As Liverpool face Man United in Europe for the first time this week, we take a look at the Reds’ previous games against English sides in European competition.
It’s sure to be an intense two legs between the Reds and the Red Devils, with another chapter set to be written in the history of their great rivalry.
Jurgen Klopp and his side welcome United to Anfield on Thursday evening, while the Reds make the relatively short trip to Old Trafford seven days later.
Victory over the two legs would see Liverpool reach the quarter-finals of the Europa League, increasing their chances of Champions League football next season in the process.
This will be the 19th match that the Reds have played against English opposition in Europe – the 36th game between English clubs overall – and there have been both good and bad memories down the years.
Liverpool’s first European meeting against a fellow English side came against a formidable Leeds team in 1971, in the Fairs Cup semi-finals.
Leeds legend Billy Bremner scored the only goal at Anfield in the first-leg, and a goalless draw in the return game saw Bill Shankly’s side dumped out of the short-lived competition.
Two years later, Shankly’s men came up against Tottenham in the last-four of the UEFA Cup.
The first-leg was decided by a first-half effort by Reds full-back Alec Lindsay, and it put them in pole position to reach the final.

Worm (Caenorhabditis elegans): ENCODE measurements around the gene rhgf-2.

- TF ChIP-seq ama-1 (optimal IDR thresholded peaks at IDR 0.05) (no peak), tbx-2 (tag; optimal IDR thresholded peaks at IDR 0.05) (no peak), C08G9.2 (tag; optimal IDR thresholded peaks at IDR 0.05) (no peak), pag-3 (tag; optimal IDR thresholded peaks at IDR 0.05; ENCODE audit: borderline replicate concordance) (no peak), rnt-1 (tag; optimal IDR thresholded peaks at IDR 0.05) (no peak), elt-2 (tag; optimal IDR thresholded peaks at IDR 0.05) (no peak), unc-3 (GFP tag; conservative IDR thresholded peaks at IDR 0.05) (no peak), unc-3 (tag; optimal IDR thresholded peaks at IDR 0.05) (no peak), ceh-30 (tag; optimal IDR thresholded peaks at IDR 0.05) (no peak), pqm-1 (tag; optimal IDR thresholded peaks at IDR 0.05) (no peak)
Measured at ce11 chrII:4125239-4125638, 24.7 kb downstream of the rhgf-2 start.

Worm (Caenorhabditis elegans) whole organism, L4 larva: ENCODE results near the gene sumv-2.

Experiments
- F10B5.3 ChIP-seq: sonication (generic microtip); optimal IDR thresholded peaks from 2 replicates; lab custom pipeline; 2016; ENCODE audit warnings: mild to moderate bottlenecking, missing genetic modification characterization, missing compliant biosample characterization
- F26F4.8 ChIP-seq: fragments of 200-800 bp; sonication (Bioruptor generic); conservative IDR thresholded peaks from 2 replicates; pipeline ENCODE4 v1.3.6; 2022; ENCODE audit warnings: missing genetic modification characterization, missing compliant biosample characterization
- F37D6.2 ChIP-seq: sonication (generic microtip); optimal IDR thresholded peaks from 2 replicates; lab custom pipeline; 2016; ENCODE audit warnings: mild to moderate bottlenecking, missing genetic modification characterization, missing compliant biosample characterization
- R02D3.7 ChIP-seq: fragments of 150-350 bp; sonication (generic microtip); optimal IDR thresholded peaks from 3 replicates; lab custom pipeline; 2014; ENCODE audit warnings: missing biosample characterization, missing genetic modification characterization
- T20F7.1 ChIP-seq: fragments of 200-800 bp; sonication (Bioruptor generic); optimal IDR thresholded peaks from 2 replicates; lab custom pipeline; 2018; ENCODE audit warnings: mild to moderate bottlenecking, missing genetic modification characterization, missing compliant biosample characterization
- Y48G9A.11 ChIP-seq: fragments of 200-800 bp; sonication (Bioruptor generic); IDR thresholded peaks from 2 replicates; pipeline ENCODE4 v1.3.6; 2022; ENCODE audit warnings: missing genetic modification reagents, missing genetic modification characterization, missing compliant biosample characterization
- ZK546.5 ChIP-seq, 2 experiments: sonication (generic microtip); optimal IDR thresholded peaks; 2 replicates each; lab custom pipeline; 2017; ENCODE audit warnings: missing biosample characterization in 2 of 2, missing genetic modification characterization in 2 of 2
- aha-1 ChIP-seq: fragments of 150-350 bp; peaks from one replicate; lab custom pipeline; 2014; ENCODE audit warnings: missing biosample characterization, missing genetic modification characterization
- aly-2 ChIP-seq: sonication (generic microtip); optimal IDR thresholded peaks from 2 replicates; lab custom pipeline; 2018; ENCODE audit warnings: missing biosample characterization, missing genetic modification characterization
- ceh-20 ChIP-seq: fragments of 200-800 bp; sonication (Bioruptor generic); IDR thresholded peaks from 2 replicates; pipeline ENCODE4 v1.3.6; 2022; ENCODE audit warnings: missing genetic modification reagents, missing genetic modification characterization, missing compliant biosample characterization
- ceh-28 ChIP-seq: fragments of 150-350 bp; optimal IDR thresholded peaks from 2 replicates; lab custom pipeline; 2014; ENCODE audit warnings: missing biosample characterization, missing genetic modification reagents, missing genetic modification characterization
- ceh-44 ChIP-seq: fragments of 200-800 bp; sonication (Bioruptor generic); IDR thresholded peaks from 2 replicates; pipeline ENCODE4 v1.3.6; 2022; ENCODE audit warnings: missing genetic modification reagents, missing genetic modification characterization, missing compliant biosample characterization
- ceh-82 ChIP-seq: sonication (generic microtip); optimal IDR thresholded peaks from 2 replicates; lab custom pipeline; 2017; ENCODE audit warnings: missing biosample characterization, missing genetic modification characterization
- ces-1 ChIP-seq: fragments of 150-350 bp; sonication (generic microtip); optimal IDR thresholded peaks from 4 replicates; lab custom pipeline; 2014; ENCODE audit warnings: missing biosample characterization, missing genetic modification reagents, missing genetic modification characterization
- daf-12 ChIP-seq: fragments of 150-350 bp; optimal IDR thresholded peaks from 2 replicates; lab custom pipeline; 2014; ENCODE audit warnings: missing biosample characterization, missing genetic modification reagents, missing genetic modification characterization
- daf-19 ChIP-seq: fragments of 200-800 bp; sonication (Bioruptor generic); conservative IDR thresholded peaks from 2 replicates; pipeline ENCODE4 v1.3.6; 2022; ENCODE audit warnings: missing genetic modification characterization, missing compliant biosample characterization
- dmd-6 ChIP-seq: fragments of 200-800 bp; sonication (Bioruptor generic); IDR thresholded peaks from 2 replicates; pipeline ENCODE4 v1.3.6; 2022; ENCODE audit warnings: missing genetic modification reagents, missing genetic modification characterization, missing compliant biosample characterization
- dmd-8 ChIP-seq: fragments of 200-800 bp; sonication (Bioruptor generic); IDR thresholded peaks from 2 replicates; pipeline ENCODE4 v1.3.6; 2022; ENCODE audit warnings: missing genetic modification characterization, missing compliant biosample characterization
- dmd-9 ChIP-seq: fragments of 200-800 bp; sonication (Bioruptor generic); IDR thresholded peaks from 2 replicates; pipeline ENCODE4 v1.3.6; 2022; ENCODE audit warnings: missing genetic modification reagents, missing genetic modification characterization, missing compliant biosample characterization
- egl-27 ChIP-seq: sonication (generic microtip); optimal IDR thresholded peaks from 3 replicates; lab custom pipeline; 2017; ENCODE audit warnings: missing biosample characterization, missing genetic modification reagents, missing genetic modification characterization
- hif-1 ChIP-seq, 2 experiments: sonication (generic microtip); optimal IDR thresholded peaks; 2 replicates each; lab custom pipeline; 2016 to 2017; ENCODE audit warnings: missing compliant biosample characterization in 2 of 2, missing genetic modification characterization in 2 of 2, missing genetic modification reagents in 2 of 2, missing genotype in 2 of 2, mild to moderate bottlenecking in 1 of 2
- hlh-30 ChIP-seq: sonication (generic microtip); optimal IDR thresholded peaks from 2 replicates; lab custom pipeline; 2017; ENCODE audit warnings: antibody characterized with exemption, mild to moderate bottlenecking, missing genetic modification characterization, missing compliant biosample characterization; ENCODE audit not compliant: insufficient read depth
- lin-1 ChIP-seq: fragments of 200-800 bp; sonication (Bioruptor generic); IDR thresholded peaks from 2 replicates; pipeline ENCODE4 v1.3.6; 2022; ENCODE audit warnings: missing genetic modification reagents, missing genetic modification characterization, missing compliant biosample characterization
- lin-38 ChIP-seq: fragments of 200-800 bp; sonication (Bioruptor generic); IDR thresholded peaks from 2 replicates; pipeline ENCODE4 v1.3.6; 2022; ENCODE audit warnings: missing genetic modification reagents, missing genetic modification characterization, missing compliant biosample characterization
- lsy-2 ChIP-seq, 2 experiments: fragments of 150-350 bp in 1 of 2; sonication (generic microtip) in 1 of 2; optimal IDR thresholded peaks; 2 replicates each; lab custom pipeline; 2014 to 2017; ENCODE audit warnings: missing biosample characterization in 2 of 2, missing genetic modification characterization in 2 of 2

Despite losing 2-1 at White Hart Lane, Steve Heighway’s away goal after 54 minutes proved crucial, and they would go on to beat Borussia Monchengladbach in the two-legged final.
In September 1978, Brian Clough’s formidable Nottingham Forest outfit were pitted against Liverpool in the first round of the European Cup.
The Reds were still strong favourites to progress, but Forest won 2-0 at the City Ground, leaving Bob Paisley’s team with it all to do at Anfield.
In Jose Mourinho-esque fashion, Clough’s men defended heroically throughout, and the 0-0 draw saw holders Liverpool sent packing in round one. [td_ad_box spot_id=”custom_ad_1″]
The Chelsea Rivalry Begins
The rivalry between the two clubs had grown hugely since the respective arrivals of Rafa Benitez and Mourinho, and there was genuine hatred between both sides.
The Blues were firm favourites to win the tie, having clinched the Premier League title in between the two legs, but Liverpool had other ideas.
A tight 0-0 draw at Stamford Bridge meant the tie was perfectly poised heading to Anfield, and we all know what happened next.
Luis Garcia’s controversial early goal proved critical, and Liverpool held on in desperate fashion for the rest of the night. Who else is yet to recover from that late Eidur Gudjohnsen chance?
Liverpool and Chelsea were then drawn in the same Champions League group the following season, but in truth, the two goalless draws were extremely forgettable affairs. [td_ad_box spot_id=”custom_ad_2″]
More Semi-Final Joy Against The Blues
In 2007, Mourinho and his side were desperate for revenge, as the two clubs once again did battle in the Champions League semis.